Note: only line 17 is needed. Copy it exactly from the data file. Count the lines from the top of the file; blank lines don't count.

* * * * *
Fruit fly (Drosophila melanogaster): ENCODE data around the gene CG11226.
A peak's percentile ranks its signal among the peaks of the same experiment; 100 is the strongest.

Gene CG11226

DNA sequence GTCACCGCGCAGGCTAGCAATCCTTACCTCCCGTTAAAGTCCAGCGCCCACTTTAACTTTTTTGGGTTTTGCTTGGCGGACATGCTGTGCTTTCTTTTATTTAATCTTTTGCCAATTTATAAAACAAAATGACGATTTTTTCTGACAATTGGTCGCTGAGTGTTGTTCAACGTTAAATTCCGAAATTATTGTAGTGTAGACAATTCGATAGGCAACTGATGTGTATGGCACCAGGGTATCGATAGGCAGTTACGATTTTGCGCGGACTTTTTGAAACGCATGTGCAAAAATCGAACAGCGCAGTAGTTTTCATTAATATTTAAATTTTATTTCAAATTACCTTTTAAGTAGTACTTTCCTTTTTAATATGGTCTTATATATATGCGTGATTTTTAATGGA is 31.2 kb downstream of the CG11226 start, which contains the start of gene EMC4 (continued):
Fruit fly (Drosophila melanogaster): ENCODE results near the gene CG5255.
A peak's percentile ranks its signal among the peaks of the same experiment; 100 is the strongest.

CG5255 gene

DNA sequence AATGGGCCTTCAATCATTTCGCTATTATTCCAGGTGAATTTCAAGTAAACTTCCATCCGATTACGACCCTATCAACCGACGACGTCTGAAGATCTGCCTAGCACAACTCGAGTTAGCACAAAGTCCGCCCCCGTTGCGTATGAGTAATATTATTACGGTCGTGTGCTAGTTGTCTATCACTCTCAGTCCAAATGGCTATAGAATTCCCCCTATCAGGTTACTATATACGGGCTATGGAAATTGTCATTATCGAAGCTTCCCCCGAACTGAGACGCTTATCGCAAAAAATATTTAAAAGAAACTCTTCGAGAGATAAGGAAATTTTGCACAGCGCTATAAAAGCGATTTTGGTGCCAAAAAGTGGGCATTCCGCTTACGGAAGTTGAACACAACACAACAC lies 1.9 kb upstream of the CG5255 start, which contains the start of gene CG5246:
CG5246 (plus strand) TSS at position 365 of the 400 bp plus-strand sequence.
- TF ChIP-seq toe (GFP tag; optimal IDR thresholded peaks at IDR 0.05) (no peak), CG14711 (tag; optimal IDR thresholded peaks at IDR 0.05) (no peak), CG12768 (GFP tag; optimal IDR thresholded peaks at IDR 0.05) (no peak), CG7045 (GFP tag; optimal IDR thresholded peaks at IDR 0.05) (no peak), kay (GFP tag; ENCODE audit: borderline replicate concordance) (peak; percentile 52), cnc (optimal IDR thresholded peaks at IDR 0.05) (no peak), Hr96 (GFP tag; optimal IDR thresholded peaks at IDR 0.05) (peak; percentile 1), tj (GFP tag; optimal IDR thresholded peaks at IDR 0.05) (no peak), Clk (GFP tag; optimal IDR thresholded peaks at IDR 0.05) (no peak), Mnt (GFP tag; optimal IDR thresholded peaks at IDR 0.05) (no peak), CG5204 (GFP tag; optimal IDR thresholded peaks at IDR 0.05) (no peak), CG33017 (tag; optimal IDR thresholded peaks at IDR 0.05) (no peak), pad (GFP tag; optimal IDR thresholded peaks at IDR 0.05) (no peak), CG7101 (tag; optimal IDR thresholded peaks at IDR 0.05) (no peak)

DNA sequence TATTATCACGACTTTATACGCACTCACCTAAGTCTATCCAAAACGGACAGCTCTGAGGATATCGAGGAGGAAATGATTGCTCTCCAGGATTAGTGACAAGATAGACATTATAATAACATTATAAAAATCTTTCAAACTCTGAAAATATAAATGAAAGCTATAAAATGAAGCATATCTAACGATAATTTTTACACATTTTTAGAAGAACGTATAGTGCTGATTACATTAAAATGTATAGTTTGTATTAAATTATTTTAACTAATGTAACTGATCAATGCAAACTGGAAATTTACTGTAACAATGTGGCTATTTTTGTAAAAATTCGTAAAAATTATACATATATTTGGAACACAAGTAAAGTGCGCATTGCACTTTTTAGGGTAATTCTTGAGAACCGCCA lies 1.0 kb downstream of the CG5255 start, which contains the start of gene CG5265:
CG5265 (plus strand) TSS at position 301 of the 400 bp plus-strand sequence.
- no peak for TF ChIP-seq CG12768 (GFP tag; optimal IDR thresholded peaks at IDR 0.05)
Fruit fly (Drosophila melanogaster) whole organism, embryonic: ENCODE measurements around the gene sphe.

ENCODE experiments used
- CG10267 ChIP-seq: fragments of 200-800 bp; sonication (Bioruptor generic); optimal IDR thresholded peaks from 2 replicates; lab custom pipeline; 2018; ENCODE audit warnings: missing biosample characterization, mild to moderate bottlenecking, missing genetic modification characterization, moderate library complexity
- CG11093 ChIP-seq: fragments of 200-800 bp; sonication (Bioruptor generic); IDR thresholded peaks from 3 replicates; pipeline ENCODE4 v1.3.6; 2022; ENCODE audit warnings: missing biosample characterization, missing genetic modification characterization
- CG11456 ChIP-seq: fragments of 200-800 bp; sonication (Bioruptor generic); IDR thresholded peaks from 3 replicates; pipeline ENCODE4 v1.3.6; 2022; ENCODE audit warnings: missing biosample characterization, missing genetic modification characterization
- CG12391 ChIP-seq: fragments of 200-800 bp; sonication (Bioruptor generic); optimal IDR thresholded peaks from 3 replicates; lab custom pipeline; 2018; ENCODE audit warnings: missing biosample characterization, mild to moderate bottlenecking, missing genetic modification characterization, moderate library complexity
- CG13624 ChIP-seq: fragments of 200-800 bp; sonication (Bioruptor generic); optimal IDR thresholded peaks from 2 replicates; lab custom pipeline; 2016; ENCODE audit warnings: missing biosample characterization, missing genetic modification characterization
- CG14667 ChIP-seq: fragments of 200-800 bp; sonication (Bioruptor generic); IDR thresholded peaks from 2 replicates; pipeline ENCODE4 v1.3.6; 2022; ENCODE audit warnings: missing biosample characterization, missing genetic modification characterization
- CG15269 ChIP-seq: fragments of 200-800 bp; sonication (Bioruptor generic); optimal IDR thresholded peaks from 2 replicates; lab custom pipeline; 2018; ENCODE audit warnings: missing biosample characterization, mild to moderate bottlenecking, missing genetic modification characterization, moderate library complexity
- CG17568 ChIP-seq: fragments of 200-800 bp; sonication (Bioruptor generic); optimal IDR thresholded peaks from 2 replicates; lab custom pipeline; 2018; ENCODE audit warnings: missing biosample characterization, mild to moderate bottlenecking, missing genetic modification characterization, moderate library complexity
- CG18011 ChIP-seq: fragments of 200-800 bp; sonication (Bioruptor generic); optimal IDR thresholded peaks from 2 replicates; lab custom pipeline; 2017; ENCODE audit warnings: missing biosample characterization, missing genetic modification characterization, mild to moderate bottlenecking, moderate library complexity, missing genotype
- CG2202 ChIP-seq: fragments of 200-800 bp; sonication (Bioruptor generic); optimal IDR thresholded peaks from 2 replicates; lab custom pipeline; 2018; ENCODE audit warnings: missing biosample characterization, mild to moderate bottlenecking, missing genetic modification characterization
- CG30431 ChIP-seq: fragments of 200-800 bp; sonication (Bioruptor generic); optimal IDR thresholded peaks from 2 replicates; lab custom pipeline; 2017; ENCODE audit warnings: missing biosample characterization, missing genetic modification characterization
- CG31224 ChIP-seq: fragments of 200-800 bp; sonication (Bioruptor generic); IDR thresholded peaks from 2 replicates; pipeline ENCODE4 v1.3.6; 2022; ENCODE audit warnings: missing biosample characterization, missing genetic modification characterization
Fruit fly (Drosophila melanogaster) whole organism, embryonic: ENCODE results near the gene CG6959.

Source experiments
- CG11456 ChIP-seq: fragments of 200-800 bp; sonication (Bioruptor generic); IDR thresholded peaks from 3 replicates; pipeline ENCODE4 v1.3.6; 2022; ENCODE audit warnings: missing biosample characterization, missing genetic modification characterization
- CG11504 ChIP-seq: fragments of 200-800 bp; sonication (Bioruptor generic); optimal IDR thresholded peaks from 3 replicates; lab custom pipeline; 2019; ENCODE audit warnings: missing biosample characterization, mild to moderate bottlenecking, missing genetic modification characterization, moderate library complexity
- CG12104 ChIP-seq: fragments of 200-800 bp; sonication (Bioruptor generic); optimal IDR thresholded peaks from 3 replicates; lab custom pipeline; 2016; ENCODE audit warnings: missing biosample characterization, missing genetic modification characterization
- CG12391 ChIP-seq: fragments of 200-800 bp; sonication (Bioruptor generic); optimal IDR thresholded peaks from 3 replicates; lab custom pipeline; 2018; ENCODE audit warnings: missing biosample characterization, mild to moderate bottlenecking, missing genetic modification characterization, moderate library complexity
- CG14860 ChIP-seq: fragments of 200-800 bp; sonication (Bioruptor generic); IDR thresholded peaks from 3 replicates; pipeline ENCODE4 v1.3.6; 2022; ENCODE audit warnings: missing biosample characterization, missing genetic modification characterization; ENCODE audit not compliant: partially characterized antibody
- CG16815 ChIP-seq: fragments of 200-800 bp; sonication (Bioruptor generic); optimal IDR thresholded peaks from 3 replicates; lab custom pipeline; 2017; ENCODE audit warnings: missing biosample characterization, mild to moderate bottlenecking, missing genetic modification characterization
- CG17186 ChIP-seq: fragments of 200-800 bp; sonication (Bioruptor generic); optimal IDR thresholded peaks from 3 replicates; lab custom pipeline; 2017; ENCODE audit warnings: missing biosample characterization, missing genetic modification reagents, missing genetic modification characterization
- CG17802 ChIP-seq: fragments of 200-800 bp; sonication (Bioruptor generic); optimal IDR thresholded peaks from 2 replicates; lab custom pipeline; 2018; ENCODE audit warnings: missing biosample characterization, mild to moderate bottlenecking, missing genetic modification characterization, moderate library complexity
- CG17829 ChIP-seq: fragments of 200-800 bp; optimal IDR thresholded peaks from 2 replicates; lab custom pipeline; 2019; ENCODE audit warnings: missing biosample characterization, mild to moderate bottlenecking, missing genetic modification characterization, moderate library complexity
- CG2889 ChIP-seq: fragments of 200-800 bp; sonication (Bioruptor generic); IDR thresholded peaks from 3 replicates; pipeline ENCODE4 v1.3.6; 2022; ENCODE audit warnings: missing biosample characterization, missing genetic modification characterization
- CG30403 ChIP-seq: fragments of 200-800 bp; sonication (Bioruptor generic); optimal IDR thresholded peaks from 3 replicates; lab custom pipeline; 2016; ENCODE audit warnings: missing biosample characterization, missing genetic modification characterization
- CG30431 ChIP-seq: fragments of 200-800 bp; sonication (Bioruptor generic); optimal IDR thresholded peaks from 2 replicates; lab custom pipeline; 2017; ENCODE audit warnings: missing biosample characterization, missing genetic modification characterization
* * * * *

- CG11093 ChIP-seq: fragments of 200-800 bp; sonication (Bioruptor generic); IDR thresholded peaks from 3 replicates; pipeline ENCODE4 v1.3.6; 2022; ENCODE audit warnings: missing biosample characterization, missing genetic modification characterization